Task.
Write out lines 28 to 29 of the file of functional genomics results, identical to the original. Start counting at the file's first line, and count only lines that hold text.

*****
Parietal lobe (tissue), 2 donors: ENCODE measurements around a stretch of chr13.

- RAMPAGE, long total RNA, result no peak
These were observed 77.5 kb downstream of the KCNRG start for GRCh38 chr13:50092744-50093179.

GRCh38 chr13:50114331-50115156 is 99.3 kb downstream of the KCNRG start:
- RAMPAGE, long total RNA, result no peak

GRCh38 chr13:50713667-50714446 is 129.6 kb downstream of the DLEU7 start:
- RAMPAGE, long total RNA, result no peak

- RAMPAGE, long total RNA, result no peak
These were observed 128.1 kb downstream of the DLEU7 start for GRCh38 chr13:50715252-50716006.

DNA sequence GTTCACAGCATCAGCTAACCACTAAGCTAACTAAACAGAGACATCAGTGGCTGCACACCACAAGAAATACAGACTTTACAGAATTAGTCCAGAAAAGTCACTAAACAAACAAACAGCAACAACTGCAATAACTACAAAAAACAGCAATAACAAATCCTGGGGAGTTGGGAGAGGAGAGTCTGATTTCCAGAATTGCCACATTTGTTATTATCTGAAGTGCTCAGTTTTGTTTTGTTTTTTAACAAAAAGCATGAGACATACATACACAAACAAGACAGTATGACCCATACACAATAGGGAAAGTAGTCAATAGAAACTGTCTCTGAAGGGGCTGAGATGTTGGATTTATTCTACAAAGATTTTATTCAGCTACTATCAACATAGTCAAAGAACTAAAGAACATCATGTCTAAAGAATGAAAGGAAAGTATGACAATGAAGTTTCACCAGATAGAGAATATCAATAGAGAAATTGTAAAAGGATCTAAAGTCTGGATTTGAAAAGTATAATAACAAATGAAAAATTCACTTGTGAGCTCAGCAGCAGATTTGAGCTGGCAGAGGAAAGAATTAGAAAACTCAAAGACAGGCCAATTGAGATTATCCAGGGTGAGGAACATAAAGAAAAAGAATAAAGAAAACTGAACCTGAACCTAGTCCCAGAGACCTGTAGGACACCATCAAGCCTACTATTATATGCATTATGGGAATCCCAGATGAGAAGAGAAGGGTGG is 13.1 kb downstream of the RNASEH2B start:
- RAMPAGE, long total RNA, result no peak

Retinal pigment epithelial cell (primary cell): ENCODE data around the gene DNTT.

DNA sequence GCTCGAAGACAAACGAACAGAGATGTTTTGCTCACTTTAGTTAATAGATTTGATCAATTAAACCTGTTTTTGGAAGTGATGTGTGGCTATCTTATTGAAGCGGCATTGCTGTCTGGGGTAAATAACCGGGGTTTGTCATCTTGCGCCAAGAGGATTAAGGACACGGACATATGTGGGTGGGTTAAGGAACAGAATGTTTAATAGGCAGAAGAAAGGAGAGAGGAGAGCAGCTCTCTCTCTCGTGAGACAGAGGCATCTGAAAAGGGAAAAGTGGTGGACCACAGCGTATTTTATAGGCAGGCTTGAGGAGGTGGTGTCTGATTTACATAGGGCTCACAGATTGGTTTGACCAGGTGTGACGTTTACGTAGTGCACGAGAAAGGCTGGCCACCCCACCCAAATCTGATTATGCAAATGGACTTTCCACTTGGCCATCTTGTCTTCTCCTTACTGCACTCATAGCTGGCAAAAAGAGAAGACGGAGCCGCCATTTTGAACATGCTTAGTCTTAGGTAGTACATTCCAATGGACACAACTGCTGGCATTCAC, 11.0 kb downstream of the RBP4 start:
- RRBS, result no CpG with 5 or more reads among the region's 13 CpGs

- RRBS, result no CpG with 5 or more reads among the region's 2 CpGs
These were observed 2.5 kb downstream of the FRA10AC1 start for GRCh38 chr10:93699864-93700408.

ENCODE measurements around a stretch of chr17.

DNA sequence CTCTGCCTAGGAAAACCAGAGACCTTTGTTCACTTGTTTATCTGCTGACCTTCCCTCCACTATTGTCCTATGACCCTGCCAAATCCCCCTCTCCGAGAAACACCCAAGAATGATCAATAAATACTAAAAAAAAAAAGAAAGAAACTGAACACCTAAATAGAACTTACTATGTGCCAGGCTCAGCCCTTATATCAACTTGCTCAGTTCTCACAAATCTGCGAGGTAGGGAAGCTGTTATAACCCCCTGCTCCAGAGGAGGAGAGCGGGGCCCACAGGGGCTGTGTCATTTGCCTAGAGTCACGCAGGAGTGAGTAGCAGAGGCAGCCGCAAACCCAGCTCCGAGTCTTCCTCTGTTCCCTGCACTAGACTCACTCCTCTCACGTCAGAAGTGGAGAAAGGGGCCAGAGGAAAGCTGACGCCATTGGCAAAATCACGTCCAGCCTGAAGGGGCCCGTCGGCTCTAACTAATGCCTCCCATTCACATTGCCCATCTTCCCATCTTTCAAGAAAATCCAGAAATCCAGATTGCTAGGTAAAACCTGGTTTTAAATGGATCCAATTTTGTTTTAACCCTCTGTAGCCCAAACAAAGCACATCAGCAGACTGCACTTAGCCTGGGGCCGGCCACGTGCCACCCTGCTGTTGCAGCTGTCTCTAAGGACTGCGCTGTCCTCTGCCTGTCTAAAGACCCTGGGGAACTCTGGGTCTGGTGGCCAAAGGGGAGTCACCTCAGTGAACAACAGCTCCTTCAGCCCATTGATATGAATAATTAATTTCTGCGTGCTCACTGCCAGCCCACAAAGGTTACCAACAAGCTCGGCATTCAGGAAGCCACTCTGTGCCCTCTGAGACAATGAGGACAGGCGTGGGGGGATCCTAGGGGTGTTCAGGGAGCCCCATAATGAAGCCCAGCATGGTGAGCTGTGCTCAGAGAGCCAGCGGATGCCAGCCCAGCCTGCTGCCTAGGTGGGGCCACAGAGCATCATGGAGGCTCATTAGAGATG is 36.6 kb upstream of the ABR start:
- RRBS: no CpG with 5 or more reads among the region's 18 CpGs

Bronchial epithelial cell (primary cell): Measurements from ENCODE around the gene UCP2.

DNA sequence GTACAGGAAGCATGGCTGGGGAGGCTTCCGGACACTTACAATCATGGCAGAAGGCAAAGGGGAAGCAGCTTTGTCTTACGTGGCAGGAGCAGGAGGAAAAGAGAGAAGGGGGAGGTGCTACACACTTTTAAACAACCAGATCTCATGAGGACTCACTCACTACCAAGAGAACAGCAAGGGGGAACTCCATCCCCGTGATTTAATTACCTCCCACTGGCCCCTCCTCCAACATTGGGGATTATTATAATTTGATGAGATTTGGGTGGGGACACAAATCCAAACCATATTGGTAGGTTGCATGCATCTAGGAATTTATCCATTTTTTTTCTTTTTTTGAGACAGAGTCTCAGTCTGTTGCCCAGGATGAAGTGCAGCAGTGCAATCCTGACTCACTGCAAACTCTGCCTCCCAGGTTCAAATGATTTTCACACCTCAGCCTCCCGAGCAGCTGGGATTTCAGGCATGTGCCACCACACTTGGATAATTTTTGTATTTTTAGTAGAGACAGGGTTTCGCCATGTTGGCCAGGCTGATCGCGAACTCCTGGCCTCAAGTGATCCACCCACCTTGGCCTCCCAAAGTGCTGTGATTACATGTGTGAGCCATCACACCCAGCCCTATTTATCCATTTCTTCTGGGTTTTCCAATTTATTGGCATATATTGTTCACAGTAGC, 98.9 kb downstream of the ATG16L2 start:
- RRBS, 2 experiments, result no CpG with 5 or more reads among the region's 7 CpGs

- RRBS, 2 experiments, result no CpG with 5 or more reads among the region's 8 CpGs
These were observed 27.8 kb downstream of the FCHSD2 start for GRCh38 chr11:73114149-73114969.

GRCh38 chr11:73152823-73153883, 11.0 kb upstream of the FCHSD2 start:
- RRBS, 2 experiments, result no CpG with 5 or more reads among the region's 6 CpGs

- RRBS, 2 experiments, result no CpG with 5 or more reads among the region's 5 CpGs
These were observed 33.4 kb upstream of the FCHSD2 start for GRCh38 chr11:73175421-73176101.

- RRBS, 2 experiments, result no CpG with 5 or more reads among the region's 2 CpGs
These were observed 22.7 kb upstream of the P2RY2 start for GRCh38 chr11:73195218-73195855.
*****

These were observed 33.4 kb upstream of the FCHSD2 start for GRCh38 chr11:73175421-73176101.

- RRBS, 2 experiments, result no CpG with 5 or more reads among the region's 2 CpGs